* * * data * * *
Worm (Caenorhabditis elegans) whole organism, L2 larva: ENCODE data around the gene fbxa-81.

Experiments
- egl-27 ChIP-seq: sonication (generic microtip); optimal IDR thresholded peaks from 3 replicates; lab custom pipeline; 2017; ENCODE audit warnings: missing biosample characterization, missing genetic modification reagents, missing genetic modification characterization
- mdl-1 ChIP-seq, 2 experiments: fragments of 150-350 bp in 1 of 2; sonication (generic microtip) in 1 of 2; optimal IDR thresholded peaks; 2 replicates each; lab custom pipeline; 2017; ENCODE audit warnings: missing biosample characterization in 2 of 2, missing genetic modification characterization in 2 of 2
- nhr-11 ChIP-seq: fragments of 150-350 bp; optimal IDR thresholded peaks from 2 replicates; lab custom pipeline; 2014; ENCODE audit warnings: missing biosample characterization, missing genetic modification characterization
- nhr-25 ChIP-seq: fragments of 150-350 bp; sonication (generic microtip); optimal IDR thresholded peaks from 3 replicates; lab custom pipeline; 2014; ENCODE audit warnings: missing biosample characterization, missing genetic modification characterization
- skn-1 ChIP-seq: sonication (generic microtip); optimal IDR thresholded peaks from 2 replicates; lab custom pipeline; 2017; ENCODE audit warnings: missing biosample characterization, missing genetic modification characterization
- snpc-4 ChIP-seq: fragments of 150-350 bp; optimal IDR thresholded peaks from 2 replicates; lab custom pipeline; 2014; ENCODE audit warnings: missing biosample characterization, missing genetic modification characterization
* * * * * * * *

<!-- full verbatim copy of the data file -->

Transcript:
Worm (Caenorhabditis elegans) whole organism, L2 larva: ENCODE data around the gene fbxa-81.

Experiments
- egl-27 ChIP-seq: sonication (generic microtip); optimal IDR thresholded peaks from 3 replicates; lab custom pipeline; 2017; ENCODE audit warnings: missing biosample characterization, missing genetic modification reagents, missing genetic modification characterization
- mdl-1 ChIP-seq, 2 experiments: fragments of 150-350 bp in 1 of 2; sonication (generic microtip) in 1 of 2; optimal IDR thresholded peaks; 2 replicates each; lab custom pipeline; 2017; ENCODE audit warnings: missing biosample characterization in 2 of 2, missing genetic modification characterization in 2 of 2
- nhr-11 ChIP-seq: fragments of 150-350 bp; optimal IDR thresholded peaks from 2 replicates; lab custom pipeline; 2014; ENCODE audit warnings: missing biosample characterization, missing genetic modification characterization
- nhr-25 ChIP-seq: fragments of 150-350 bp; sonication (generic microtip); optimal IDR thresholded peaks from 3 replicates; lab custom pipeline; 2014; ENCODE audit warnings: missing biosample characterization, missing genetic modification characterization
- skn-1 ChIP-seq: sonication (generic microtip); optimal IDR thresholded peaks from 2 replicates; lab custom pipeline; 2017; ENCODE audit warnings: missing biosample characterization, missing genetic modification characterization
- snpc-4 ChIP-seq: fragments of 150-350 bp; optimal IDR thresholded peaks from 2 replicates; lab custom pipeline; 2014; ENCODE audit warnings: missing biosample characterization, missing genetic modification characterization